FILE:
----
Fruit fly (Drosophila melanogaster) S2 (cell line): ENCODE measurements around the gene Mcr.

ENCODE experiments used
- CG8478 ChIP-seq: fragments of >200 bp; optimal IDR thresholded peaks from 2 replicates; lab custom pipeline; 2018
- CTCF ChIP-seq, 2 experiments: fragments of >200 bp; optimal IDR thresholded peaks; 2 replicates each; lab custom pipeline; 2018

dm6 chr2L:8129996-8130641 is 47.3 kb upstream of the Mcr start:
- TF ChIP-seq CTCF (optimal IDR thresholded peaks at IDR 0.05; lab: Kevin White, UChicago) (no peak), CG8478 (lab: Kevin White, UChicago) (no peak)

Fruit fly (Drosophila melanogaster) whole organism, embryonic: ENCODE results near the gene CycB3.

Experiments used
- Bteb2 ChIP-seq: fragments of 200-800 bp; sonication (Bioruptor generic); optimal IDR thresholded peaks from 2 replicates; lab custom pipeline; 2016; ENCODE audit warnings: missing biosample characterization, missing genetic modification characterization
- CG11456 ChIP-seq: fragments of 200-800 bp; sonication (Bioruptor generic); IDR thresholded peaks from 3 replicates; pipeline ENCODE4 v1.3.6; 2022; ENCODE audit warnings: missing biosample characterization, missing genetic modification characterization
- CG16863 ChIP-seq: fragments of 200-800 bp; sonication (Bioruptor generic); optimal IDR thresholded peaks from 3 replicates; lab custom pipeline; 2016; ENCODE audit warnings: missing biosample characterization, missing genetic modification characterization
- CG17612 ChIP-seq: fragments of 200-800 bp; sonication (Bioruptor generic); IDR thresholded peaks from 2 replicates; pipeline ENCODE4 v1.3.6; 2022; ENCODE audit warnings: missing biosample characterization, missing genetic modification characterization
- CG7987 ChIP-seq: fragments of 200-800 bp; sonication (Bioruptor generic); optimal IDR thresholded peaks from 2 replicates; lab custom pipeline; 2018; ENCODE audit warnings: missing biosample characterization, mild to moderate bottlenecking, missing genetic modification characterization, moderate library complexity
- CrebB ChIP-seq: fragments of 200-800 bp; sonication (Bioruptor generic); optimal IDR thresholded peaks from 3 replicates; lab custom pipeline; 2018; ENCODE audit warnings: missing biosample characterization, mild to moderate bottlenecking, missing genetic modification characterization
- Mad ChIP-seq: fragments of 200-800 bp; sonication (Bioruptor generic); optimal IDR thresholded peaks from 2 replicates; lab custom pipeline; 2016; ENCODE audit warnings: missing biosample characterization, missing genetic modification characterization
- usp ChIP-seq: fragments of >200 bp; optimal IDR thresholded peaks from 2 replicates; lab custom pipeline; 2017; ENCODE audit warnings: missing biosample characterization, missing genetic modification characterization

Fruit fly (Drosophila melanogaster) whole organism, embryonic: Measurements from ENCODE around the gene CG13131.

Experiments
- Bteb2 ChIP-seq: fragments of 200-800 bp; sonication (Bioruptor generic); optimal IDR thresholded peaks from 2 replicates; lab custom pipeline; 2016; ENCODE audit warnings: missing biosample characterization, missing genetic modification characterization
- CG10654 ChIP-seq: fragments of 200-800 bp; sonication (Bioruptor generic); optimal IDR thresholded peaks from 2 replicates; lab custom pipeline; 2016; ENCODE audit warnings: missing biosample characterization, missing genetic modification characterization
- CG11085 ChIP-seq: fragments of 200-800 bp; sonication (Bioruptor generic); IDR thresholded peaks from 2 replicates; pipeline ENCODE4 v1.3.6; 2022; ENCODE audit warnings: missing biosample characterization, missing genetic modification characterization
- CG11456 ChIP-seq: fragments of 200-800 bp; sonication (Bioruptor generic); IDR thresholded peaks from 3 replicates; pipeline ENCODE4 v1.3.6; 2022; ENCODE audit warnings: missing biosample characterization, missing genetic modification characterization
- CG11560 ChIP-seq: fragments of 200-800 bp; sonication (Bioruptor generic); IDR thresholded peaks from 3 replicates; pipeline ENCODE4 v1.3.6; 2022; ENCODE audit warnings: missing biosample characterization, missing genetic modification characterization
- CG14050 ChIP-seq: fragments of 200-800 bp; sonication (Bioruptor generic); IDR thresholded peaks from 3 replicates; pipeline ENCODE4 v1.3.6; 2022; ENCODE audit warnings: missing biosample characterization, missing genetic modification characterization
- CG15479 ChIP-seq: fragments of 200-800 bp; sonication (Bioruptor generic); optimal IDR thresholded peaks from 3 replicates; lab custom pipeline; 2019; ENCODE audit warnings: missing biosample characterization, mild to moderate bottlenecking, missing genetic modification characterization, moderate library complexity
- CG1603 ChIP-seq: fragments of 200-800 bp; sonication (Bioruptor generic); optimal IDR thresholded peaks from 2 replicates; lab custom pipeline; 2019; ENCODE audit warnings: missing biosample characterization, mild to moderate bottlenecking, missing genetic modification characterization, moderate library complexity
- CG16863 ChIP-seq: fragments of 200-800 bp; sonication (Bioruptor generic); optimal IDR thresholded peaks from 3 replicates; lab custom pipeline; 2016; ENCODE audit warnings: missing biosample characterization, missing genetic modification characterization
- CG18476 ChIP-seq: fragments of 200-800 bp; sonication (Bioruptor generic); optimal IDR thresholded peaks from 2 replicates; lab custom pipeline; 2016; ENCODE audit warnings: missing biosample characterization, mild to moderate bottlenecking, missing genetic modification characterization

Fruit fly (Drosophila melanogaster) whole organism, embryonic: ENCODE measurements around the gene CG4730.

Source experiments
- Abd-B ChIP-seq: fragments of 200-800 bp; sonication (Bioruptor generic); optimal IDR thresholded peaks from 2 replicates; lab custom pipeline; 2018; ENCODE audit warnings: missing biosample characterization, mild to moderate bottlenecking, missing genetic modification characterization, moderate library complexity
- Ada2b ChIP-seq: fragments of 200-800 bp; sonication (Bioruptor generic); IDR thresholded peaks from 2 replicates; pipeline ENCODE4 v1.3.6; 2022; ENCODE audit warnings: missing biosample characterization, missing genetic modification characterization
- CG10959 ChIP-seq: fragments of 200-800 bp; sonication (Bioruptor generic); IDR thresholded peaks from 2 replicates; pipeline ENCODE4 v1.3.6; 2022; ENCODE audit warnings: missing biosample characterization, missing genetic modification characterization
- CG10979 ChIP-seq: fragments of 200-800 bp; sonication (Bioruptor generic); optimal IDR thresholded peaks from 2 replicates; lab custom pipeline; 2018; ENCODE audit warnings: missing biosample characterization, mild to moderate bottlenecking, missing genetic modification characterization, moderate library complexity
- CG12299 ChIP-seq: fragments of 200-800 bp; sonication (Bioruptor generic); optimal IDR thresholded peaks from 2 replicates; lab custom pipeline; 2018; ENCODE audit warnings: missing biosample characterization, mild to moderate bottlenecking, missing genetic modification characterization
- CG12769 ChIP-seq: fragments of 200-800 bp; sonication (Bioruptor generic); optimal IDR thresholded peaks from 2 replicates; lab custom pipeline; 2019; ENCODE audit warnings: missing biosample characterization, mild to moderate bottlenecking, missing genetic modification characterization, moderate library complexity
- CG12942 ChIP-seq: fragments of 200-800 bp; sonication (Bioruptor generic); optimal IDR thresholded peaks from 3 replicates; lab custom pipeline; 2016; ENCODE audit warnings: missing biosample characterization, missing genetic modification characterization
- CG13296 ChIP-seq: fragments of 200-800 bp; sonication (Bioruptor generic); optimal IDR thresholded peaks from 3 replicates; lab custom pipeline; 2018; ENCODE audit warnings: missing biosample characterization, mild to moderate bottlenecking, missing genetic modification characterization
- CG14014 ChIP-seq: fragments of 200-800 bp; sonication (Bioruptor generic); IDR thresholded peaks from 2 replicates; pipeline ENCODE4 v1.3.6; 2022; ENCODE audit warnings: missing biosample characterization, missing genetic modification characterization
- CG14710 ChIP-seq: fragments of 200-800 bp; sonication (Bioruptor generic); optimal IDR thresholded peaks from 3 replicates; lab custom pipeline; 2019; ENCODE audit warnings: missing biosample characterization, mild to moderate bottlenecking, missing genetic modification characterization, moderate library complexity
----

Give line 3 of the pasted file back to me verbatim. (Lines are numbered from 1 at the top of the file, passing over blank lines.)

- CG8478 ChIP-seq: fragments of >200 bp; optimal IDR thresholded peaks from 2 replicates; lab custom pipeline; 2018